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Bronwyn Parry

GUEST REVIEW:  Darkening Skies by Bronwyn Parry

GUEST REVIEW: Darkening Skies by Bronwyn Parry

Spoiler (spoilerish trigger warning): Show

Some of what Jenn and Mark uncover has to do with years of coercion and sexual violence by some really nasty characters. None of it is described in detail but they do find photographic evidence.

Darkening Skies by Bronwyn ParryDear Ms. Parry,

A coupon allowed me to pick up your most recent book, and I was happy for the opportunity since it was on the expensive side. The outback setting is not a common one in romance or even romantic suspense, and I was looking forward to this story.

Darkening Skies is your third novel set in the outback New South Wales town of Dungirri. It opens with Mark Strelitz, an independent Member of Parliament, discovering that he had been the driver in a fatal car accident eighteen years earlier, and that Morgan Gillespie, who had been a passenger, was framed and forced to confess to driving drunk and causing the accident. Mark suffered a head injury in the crash and has no memory of the week leading up to it. Gillespie, who had been an outcast in Dungirri, spent three years in prison before being cleared of drunk driving, while Mark, the son of a local landowning family, was able to go on with his life. He decides to do the right thing, resign from Parliament and ask the police to reopen the investigation.

Jenn Barrett’s cousin Paula was killed in the accident. After Jenn’s parents died, she spent several years living with Paula and her parents, and the two were both friends with Mark – more than friends, in Jenn’s case, although Mark has no memory of it. Following Paula’s death, the seventeen year old Jenn left Dungirri and her abusive uncle behind and went on to become a successful journalist, covering various international stories. However, in the aftermath of Mark’s confession, her uncle asks her to return to Dungirri, since the family is shattered by the revelations and other recent events.

Some of the background to the story refers to things that happened in your previous Dungirri-set book, Dark Country. But although I didn’t really remember the details of Dark Country all that well, I didn’t feel lost, and the necessary information was conveyed without resorting to info-dumping.

It soon becomes clear that there was more to the accident and the subsequent cover-up than was first apparent. Mark’s home is broken into and set on fire, two men who might have knowledge of the investigation are murdered, and Jenn’s old colleagues at the regional newspaper where she’d worked as a teenager seem to know more than they are willing to divulge. They are clearly scared about Jenn digging further – with good reason, as it turns out. As Jenn and Mark work together to find what had happened eighteen years earlier and what other secrets might be buried further in the past, their old feelings for each other grow stronger.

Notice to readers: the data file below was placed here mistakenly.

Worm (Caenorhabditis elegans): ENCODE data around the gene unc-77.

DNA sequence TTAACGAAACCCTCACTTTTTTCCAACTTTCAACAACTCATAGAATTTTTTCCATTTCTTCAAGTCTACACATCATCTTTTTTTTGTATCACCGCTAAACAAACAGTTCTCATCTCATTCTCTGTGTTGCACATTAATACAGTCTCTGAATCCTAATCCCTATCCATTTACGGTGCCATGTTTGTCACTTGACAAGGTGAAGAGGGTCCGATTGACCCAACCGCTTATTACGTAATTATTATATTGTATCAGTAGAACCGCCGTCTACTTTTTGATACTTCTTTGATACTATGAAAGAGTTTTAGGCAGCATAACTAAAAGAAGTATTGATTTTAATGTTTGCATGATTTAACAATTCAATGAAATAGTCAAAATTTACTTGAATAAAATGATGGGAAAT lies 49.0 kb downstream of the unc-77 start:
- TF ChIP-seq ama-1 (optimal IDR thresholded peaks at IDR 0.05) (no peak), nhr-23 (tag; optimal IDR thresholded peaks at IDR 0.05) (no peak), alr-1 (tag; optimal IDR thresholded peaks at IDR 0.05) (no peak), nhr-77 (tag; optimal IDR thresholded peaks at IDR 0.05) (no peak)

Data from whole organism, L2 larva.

My impression is that your books lean more toward the suspense part of romantic suspense, and this was again the case here. This part of the story works well, and I appreciated that it involves ordinary people and not any larger than life characters as sometimes happens in this genre. While my bio notes that I’m not a fan of small-town romances, this mostly has to do with how idealized small towns often are. Dungirri is not; there are good things about it, such as the sense of community, but also darker aspects. Actually, there has been so much crime in Dungirri that I wondered at times why any residents would want to remain there. I hope that the happy ending will extend to the rest of the town.

The romance in Darkening Skies is pretty much a secondary part of the book. Jenn and Mark both acknowledge that they are attracted to and have feelings for each other, but Mark’s life is in Dungirri, while Jenn’s life and career are elsewhere, and neither is interested in a casual hookup. In addition, Jenn’s childhood losses have left her wary of commitment and intimacy, and she is cautious in how she approaches relationships. So while Jenn and Mark are together constantly, they don’t act on their attraction until the very end of the book, and the focus is almost entirely on the investigation and its repercussions.

Mark is a really good guy. Romantic suspense heroes are often alpha types, but Mark’s strength lies in his compassion for others, his honor and his ability to solve problems and help people and to be a leader when one is needed. The problem for me was that he was so nice, kind and caring that he seemed too good to be true. I wish he could have been a bit more flawed, and I think it would have been more realistic.

Overall, Darkening Skies held my interest and it was different from what I usually come across when reading romantic suspense. On the other hand, I would have liked to see more interaction between Jenn and Mark that wasn’t directly related to the investigation, and to have their relationship explored to a greater extent. I’m not necessarily opposed to romantic suspense novels that emphasize one aspect more strongly than the other, but in this case it went a bit too far for me. B-

Best regards,
Rose

Rose lives in a country where romance readers are few and far between, so discovering romance websites was a welcome development. When not busy with reading and graduate school, she can often be found online discussing romance novels or sports –occasionally both at the same time. She has no TBR pile and is forever looking to change this unfortunate fact; recommendations for historicals, romantic suspense and contemporaries (preferably of the non-small town variety) are welcome.

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REVIEW: As Darkness Falls by Bronwyn Parry

REVIEW: As Darkness Falls by Bronwyn Parry